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From Hugo Trippaers <h...@trippaers.nl>
Subject Anti-patterns
Date Tue, 25 Feb 2014 13:41:14 GMT
Anti-pattern:
An anti-pattern (or antipattern) is a common response to a recurring problem that is usually
ineffective and risks being highly counterproductive. The term, coined in 1995 by Andrew Koenig,
was inspired by a book, Design Patterns, in which the authors highlighted a number of design
patterns in software development that they considered to be highly reliable and effective.
— source http://en.wikipedia.org/wiki/Anti-pattern


Here at Schuberg we spend quite some time going through bugs reports from automated scanners,
you have probably seen the mails coming by on the ML. As part of our work we have encountered
a number of problems that keep on popping up in the code base. So here is my first attempt
to clarify why a certain pattern is wrong and hopefully help developers to avoid this.

So first up is the equality operator, ==.  This operator is commonly used in many languages
to compare if two items are equal. The trick with this operator in java is to know exactly
what you are comparing, because it matters.

Consider this piece of code:

public class App
{
    public static void main(String[] args)
    {
        int a = 1;
        int b = 1;

        if (a == b) {
            System.out.println("Equal!");
        } else {
            System.out.println("Different!");
        }
    }
}

The expected outcome is “Equal!” and indeed it prints just that. Now consider the following
code:

public class App
{
    public static void main(String[] args)
    {
        Integer a = new Integer(1);
        Integer b = new Integer(1);

        if (a == b) {
            System.out.println("Equal!");
        } else {
            System.out.println("Different!");
        }
    }
}

The result of running this bit of code is “Different!”. With == you are telling the java
compiler to compare the two variables. The variable are references to Objects, so it will
do exactly what you tell it to do, compare the two object references. As you give it two different
objects, the result willl be “Different!”. The correct way of comparing the contents of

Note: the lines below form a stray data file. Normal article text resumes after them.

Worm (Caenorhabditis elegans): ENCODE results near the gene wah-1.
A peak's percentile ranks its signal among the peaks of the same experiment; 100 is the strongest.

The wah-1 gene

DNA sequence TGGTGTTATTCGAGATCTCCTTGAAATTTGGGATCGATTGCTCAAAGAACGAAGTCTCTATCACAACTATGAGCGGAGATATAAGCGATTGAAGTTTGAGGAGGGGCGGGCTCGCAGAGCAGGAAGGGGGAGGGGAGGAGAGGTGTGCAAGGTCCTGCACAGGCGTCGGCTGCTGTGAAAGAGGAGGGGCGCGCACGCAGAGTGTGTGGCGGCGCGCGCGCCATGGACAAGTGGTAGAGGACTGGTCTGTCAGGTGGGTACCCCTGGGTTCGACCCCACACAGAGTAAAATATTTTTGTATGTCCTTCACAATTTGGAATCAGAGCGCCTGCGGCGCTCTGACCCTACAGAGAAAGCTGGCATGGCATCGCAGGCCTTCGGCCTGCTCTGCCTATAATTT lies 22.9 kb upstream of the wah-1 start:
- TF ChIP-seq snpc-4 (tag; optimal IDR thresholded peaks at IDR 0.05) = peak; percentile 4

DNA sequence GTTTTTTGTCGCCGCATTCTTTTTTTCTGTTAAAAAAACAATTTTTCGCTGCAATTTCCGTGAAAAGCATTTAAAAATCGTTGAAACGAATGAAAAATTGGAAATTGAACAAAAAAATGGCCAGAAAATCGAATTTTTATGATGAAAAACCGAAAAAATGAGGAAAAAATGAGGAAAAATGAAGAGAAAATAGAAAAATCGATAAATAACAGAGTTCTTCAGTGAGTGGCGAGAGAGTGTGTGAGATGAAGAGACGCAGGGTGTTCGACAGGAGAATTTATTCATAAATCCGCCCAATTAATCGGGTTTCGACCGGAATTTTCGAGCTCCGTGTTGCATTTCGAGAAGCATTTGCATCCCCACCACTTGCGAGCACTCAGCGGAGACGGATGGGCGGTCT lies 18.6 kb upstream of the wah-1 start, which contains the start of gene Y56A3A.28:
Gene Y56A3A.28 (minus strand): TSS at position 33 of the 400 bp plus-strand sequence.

two objects is to use the equals method. Consider the following piece of code:

public class App
{
    public static void main(String[] args)
    {
        Integer a = new Integer(1);
        Integer b = new Integer(1);

        if (a.equals(b)) {
            System.out.println("Equal!");
        } else {
            System.out.println("Different!");
        }
    }
}


This will again be “Equals!”.

Why is this often a problem? There are a lot or reasons why these bugs came to exist in CloudStack
(or any other project). For example somebody might cause this bug by changing the return type
of a function from long to Long. The first one is a primitive which can be compared with ==
and the second one is an Object which might result in another comparison than you intended.
Findbugs will catch these types of comparisons and warn you for them. See commit d1efdca50622a0b67ae1a286aad3297b1c748e9e
for an example.



Oh and what does this print?

public class App
{
    public static void main(String[] args)
    {
        Integer a = 1;
        Integer b = 1;

        if (a.equals(b)) {
            System.out.println("Equal!");
        } else {
            System.out.println("Different!");
        }
    }
}


Surprise!, it prints “Equals!”.  This is a boxed integer and java keeps a pool of these
so internally the object is cached and both a and b get the same objects assigned to them
by the internal boxing logic. Just never rely on this! It only works in specific cases and
is implementation specific per JVM vendor and JVM version. 

Cheers,

Hugo


P.S. If you have another anti pattern feel free to post em in this thread.


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